Let's define $\exp(z)$ in the following form: $$\exp(z) = \sum \limits_{n=0}^{\infty} \frac{z^n}{n!}, z \in \mathbb{C}.$$ We are to show that the real part of the function defined above is increasing and positive $\forall_{x \in \mathbb{R}}$.
I found some information linked to $\exp$ and my problem here but I don't understand the proof and I don't know if it's enough.

  • Without context, this is hard to answer. What facts about $\exp$ do you already have available? In particular, have you established that $\exp' = \exp$ and that $\exp(z+w) = \exp(z)\exp(w)$? – Bungo May 11 at 22:41
  • @Bungo Not much. I know also that $\exp(z+w)=\exp(z) \exp(w)$. – Hendrra May 11 at 22:44
  • 2
    From the series definition it's clear that $\exp(x) > 0$ for all $x > 0$ (the terms are all positive) and that $\exp(0) = 1$. Then from $\exp(x)\exp(-x) = \exp(x-x) = \exp(0) = 1$, it follows that $\exp(-x) > 0$, so we can conclude that $\exp(x) > 0$ for all $x \in \mathbb R$. If you also have (or can establish) the fact that $\exp' = \exp$, then $\exp' > 0$, so the function is increasing. – Bungo May 11 at 22:47
  • @Bungo thank you! I think that makes the point :) – Hendrra May 11 at 22:49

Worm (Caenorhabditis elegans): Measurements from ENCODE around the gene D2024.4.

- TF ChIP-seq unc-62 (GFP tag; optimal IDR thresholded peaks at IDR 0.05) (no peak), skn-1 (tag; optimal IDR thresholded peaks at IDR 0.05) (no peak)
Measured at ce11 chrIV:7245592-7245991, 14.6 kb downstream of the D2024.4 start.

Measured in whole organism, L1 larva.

• @bungo The real part of $e^z$ is $\text{Re}(e^z)=e^{\text{Re}(z)}\cos(\text{Im}(z))=e^x\cos(y)$. So, what does it mean to be increasing here? I believe that the OP wants to show that $|e^z|=e^x$ is increasing. – Mark Viola May 11 at 23:25
up vote 1 down vote accepted

We have a function $f: \mathbb R \to \mathbb R$ such that $f(0)=1$ and $f>1$ on $(0,\infty).$ We also know $f(x+y)= f(x)f(y)$ for all $x,y\in \mathbb R.$ Thus for any real $x,$ $f(x-x)=f(0)=1=f(x)f(-x),$ which implies $f(-x)=1/f(x).$ From this it follows that $f>0$ on $(-\infty,0).$ Hence $f>0$ everywhere.

Finally, suppose $x<y.$ Then $0<y-x,$ hence

$$1=f(0) < f(y-x) = f(y)f(-x)= f(y)/f(x).$$

This implies $f(x) < f(y)$ and we're done.

$\exp(0) = 1$

If $x>0$ then $\exp(x)>1$

$\exp(x) - 1 = \sum_\limits{n=1}^{\infty} \frac {x^n}{n!}$

every term on the right is positive, so the sum must be positive.

$\exp(x+h) = \exp(x)\exp(h)$

$\exp(x-x) = \exp(x)\exp(-x) = exp(0) = 1\\ \exp(-x) = \frac {1}{\exp(x)}$

For all real $x, \exp(x)>0$

$\exp(x)$ is increasing if for all $h>0, \exp(x+h) > \exp(x)$

$\exp(x)\exp(h)>\exp(x)\\ \exp(x)(\exp(h)-1)>0$

Since both factors are positive, it is clearly true.

  • Proving that $\exp(x+h) = \exp(x)\exp(h)$ based on the power series alone may be more work that what has been done here. – Michael Hardy May 12 at 0:19
  • You say IF the function is increasing THEN blahblahblah, and blahblahblah is clearly true. You need to interchange the "if" and the "then". $\qquad$ – Michael Hardy May 12 at 0:20

Your Answer

By clicking "Post Your Answer", you acknowledge that you have read our updated terms of service, privacy policy and cookie policy, and that your continued use of the website is subject to these policies.

Not the answer you're looking for? Browse other questions tagged or ask your own question.